The ore that is obtained from the mine needs to be processed to extract the valuable components. Ores are usually made up of different minerals pressed together, often of small sizes. In order to be able to extract the valuable components it is necessary to reduce the size of the ore down to the size of the component minerals. This size reduction requires a lot of energy, and a balance has to be found between the energy used for creating smaller particles, and the efficiency of liberating the valuable components from the rest. Hence size reduction and liberation are studied together.

The size reduction process is performed in several stages, and often combined with separation processes with recirculation of oversize material. It is also important to avoid ending up with particles that are too fine. This is both because it involves unnecessary energy, but also it can make the subsequent downstream processing more difficult because of the slower sedimentation velocity of fine particles.

Size reduction can be broadly described as crushing and grinding. Crushing is the first part with the ore reduced to a size of about 20 mm. This usually involves squeezing the ore until it breaks and is usually a dry process, without water being added. The crushed ore is then further reduced in size by grinding, which can also be made in multiple stages, with separation and recirculation of oversize particles between stages. There are also many different types of grinding equipment, including tumbling mills or stirred media mills, and whether there are balls or rods added to help with the grinding. The grinding can be performed either as a dry or a wet process. The traditional grinding processes are performed wet, with the addition of water to help move the ore particles. Dry grinding is used in some mineral processing operations, such as where the ore is sensitive to contact with water, or where the availability of water is limited. Dry grinding is used currently in the production of cement from limestone, but it is anticipated that dry grinding may become more widely used in the future.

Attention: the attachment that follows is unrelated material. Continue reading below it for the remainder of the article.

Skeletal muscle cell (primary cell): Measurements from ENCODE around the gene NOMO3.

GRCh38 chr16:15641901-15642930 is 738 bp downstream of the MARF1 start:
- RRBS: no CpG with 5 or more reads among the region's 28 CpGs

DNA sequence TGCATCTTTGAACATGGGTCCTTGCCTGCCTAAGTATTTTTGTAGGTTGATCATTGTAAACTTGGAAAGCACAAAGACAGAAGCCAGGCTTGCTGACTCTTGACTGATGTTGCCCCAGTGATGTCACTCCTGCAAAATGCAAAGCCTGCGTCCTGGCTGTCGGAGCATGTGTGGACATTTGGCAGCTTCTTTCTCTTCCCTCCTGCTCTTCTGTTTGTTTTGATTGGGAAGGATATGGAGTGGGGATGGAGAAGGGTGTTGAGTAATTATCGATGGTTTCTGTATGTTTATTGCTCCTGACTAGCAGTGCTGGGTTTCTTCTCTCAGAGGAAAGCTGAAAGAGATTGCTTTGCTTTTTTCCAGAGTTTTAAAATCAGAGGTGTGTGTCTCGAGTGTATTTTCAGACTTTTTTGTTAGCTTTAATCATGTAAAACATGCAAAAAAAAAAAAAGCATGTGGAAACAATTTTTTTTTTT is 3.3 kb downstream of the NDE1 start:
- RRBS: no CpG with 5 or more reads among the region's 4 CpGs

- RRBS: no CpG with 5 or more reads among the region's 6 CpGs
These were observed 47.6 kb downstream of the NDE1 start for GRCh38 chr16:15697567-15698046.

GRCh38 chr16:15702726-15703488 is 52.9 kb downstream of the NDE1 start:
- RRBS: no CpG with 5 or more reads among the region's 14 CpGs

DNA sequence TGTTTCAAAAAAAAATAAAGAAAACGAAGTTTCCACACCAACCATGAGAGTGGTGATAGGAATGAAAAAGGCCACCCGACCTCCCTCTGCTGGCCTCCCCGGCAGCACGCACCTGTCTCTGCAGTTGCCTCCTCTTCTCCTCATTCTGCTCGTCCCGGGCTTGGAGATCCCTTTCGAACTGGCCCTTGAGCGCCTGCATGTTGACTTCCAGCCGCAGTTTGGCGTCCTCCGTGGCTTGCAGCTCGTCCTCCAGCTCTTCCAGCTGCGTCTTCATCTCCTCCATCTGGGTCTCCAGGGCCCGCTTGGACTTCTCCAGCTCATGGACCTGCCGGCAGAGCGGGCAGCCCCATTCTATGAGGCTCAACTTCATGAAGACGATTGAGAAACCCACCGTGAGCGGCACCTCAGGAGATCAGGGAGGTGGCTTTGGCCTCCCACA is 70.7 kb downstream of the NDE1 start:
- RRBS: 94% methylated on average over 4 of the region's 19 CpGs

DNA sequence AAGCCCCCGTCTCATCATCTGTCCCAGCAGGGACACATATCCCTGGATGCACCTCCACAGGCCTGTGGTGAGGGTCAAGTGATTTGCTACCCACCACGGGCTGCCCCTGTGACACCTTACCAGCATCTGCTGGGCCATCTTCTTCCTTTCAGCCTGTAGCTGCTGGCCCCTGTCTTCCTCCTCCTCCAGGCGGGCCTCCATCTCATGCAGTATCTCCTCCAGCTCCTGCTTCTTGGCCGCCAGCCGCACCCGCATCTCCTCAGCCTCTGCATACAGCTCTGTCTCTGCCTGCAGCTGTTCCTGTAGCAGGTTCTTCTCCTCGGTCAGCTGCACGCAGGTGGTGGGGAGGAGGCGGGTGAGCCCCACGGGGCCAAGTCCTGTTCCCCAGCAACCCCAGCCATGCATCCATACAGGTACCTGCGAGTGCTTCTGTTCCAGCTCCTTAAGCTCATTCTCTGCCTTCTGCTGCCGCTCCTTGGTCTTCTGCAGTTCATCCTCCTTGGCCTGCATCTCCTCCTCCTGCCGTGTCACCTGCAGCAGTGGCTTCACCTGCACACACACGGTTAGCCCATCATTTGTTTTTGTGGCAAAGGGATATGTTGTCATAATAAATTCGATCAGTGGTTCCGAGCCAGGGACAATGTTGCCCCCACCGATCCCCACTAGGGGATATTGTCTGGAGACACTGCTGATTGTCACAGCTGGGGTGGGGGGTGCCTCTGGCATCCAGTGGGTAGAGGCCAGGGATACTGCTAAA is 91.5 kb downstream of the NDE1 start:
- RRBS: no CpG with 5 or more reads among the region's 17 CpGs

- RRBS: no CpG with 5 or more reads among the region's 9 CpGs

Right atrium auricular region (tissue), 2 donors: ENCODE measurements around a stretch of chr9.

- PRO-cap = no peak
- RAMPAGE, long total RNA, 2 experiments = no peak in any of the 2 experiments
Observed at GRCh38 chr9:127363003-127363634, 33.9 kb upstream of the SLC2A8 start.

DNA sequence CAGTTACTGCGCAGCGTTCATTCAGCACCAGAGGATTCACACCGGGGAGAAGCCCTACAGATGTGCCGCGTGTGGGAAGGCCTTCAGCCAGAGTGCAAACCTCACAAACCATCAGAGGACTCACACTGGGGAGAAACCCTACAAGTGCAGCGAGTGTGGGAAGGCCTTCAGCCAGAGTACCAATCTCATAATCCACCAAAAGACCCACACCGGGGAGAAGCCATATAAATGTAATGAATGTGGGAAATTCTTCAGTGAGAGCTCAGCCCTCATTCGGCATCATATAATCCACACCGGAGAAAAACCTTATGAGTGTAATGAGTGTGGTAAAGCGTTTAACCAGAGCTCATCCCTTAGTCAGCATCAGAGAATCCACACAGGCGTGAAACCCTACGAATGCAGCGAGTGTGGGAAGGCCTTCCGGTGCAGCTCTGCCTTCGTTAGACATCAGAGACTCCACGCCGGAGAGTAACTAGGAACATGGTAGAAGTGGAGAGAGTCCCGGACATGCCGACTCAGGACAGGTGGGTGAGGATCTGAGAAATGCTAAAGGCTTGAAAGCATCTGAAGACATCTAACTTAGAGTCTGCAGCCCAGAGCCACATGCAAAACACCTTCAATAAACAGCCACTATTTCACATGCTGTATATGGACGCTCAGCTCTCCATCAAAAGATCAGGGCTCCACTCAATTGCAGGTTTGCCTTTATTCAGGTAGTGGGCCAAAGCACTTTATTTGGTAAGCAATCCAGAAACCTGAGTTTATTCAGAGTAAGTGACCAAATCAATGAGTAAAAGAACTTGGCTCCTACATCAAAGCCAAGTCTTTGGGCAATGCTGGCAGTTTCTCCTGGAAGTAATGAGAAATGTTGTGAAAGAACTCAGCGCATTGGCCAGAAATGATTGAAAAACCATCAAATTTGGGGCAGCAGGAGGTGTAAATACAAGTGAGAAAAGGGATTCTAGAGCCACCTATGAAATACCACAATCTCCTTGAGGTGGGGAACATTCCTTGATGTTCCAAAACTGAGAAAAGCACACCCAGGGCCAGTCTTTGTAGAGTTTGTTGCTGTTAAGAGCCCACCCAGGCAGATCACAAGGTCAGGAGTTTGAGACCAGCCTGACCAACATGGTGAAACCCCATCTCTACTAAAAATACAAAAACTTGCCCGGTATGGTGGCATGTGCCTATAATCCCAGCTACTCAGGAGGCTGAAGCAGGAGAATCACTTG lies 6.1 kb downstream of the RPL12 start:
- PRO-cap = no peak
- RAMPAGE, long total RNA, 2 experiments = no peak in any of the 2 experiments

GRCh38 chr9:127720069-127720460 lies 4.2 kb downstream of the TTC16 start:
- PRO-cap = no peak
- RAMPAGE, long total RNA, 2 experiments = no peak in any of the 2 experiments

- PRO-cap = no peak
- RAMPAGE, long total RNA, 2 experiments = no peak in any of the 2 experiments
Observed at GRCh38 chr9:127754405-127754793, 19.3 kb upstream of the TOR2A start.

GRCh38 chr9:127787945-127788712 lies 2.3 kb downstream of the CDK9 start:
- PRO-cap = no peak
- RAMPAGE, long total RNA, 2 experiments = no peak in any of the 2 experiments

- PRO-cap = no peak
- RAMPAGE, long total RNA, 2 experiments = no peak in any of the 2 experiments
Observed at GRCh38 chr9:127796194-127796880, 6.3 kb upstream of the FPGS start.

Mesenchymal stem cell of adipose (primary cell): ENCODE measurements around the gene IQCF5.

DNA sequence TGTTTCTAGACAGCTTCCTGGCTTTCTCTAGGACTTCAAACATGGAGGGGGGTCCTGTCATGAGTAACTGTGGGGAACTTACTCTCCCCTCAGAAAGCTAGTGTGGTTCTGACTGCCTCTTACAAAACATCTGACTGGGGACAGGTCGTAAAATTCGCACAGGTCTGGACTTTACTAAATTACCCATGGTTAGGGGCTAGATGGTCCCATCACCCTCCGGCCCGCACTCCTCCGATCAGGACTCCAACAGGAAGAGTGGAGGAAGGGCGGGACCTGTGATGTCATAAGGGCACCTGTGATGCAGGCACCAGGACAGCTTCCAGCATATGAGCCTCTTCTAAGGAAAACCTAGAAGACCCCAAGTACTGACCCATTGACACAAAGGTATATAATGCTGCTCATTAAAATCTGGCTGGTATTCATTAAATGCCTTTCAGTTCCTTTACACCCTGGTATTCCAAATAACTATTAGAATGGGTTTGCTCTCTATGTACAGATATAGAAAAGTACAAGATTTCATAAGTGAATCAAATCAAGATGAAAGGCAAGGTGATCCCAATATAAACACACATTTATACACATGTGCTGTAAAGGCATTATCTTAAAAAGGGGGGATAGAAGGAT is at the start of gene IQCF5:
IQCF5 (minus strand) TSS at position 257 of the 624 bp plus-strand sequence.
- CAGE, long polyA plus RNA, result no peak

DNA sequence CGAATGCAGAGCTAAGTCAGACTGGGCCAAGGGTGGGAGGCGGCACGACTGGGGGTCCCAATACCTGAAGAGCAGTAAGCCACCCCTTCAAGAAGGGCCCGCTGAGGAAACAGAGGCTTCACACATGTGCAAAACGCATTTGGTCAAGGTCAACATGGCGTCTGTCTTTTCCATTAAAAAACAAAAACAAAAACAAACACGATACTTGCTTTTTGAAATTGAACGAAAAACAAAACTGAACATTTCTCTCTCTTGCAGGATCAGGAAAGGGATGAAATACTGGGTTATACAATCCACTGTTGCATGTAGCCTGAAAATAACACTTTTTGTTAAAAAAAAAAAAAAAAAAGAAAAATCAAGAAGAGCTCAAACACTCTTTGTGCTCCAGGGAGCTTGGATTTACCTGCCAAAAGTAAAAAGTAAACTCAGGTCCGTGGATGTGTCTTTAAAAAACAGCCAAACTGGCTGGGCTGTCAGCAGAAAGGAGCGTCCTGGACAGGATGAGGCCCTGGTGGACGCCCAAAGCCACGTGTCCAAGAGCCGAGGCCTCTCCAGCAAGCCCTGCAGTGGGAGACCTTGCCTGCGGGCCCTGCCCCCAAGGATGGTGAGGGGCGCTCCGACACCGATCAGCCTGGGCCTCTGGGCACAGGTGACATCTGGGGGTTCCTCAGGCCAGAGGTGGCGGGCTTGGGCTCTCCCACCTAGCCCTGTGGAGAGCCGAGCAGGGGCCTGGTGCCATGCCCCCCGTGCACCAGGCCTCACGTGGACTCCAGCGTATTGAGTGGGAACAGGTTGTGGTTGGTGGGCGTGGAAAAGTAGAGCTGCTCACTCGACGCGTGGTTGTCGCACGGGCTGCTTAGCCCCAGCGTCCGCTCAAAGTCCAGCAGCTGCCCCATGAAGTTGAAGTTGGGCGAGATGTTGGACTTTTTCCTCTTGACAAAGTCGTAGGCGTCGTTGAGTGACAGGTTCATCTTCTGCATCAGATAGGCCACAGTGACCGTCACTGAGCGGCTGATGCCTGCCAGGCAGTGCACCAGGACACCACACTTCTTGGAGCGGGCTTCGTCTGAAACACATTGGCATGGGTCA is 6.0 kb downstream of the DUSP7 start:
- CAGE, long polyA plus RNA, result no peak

Image: Grinding equipment at the Khibny PhosAgro mineral processing plant, during a visit by SEESIMA project participants.

Grinders at Khibny PhosAgro mineral processing plant.

The SEESIMA project worked with different aspects of the size reduction/liberation processes:

  • A simple description of size reduction operations, by analogy to chewing food, was provided as part of a profiling of the SEESIMA project on the Kolarctic web page.
  • KSC studied the optimisation of the layout of the grinding and classification/separation stages and implemented the results in industrial mineral processing plants. Read more here.
  • LTU performed a PhD thesis study on improvements to the dry grinding process, including:
    • Using Grinding Aid additives to reduce the energy consumption. Read more here.
    • The effect of additives on the liberation, separation and downstream processes. Read more here.
    • The performance of alternative, more environmentally friendly additives compared with the current usage. Read more here.
    • The potential for the dry grinding aid additives to also have positive effect on the performance of wet grinding.
  • SINTEF summarised and updated an earlier study made on electropulse disaggregation, which has been promoted as an alternative means of achieving more energy efficiency size reduction and liberation. Read more here.